The Swiss extend rights to Lobsters, and probe the overall question, how should our emerging understanding of animal cognition affect the way we treat animals, and do animals have rights as a result of that cognition?
|The new science of animal cognition is forcing countries to overhaul their laws|
Swiss lawmakers, taking a cue from William Shakespeare and David Foster Wallace, have considered the lobster, and its ability to feel pain—and answered in the affirmative. As of March 1, it will be illegal to boil lobsters alive, Swiss Info reported on Jan. 10. “Live crustaceans, including the lobster, may no longer be transported on ice or in ice water. Aquatic species must always be kept in their natural environment. Crustaceans must now be stunned before they are killed,” the new law provides.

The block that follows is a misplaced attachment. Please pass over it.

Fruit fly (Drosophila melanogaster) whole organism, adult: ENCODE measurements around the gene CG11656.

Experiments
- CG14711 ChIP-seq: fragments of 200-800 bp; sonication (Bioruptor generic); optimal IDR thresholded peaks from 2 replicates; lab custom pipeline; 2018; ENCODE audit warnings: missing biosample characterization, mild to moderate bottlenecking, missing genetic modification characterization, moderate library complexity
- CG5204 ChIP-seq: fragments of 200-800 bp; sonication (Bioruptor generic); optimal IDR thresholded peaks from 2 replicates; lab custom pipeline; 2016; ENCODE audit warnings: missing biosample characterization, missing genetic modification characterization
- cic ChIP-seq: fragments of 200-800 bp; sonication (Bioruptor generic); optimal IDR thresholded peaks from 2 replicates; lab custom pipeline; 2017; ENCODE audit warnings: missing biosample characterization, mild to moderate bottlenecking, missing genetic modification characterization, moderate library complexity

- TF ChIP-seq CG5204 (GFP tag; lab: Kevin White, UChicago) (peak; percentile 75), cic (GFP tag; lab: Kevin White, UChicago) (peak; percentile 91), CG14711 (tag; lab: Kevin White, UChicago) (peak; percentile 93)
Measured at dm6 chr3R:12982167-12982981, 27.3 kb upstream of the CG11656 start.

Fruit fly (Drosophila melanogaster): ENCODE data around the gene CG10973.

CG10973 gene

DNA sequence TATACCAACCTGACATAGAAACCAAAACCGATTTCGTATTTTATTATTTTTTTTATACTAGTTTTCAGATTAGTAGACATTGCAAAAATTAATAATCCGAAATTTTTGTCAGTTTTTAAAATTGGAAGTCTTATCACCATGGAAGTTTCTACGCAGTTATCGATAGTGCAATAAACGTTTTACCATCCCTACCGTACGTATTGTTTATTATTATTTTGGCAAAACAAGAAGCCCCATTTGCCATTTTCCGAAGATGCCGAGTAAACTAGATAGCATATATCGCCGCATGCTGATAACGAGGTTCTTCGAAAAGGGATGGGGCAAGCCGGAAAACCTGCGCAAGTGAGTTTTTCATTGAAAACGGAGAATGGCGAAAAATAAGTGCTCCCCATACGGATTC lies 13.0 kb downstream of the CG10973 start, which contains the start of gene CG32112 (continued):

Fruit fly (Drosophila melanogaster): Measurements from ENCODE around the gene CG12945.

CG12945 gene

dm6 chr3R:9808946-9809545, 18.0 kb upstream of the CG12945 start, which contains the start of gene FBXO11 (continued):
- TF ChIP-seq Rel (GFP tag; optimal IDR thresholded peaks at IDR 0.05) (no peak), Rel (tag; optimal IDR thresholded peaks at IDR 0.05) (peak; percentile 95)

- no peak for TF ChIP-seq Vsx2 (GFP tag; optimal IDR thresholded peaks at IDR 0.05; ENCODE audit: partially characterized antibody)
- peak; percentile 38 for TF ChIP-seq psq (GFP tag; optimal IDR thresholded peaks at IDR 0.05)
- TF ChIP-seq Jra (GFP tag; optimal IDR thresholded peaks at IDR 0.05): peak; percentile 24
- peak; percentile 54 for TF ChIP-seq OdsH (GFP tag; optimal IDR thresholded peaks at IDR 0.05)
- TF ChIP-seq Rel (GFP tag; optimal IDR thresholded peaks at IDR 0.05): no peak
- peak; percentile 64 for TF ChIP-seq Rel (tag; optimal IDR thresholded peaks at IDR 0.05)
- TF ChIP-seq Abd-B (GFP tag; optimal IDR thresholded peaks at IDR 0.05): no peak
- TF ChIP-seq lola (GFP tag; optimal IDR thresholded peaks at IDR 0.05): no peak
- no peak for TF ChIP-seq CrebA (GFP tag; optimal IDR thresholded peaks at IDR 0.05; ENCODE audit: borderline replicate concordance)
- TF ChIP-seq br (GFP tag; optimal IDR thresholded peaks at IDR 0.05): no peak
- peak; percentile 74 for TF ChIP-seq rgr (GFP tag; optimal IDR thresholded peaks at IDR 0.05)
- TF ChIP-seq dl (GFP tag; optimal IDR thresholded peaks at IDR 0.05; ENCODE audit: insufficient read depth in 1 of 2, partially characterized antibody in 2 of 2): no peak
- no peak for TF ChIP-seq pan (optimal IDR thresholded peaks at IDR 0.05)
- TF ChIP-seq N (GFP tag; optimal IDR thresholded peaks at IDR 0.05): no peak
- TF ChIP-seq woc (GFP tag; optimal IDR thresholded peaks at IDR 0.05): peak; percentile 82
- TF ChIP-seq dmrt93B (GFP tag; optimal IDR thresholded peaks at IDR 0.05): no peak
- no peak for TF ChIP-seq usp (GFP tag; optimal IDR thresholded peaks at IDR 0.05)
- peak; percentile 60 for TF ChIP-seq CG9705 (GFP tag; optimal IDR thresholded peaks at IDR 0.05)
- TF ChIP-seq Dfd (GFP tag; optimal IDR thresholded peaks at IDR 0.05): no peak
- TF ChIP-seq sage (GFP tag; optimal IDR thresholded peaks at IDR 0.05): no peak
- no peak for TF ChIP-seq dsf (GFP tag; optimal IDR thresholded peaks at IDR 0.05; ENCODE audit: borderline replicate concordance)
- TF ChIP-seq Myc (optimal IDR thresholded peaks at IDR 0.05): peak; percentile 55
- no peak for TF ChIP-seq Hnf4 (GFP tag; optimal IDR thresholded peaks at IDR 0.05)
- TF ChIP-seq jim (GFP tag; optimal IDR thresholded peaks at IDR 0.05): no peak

The change is part of a broader set of Swiss rules grappling with the reality of animal consciousness. The new rules crack down on puppy farming, outlaw automatic devices that punish dogs for barking, and protect small, shy animals like guinea pigs by barring certain practices at pop-up, or temporary, petting zoos. Labs that use animals in scientific testing will also have to appoint animal welfare officers to ensure practices aren’t cruel.
The country has a history of being progressive on animal welfare issues. In 2008, Switzerland began requiring all prospective dog owners take a course in canine care before acquiring such a pet, and made it illegal to own just one guinea pig (they get lonely). Cats, horses, fish, goats and sheep each had a chapter devoted to them in 2005 Swiss animal protection legislation, which recognized that animals aren’t quite like other things we humans and our laws consider to be property.
|Read More at QZ.com|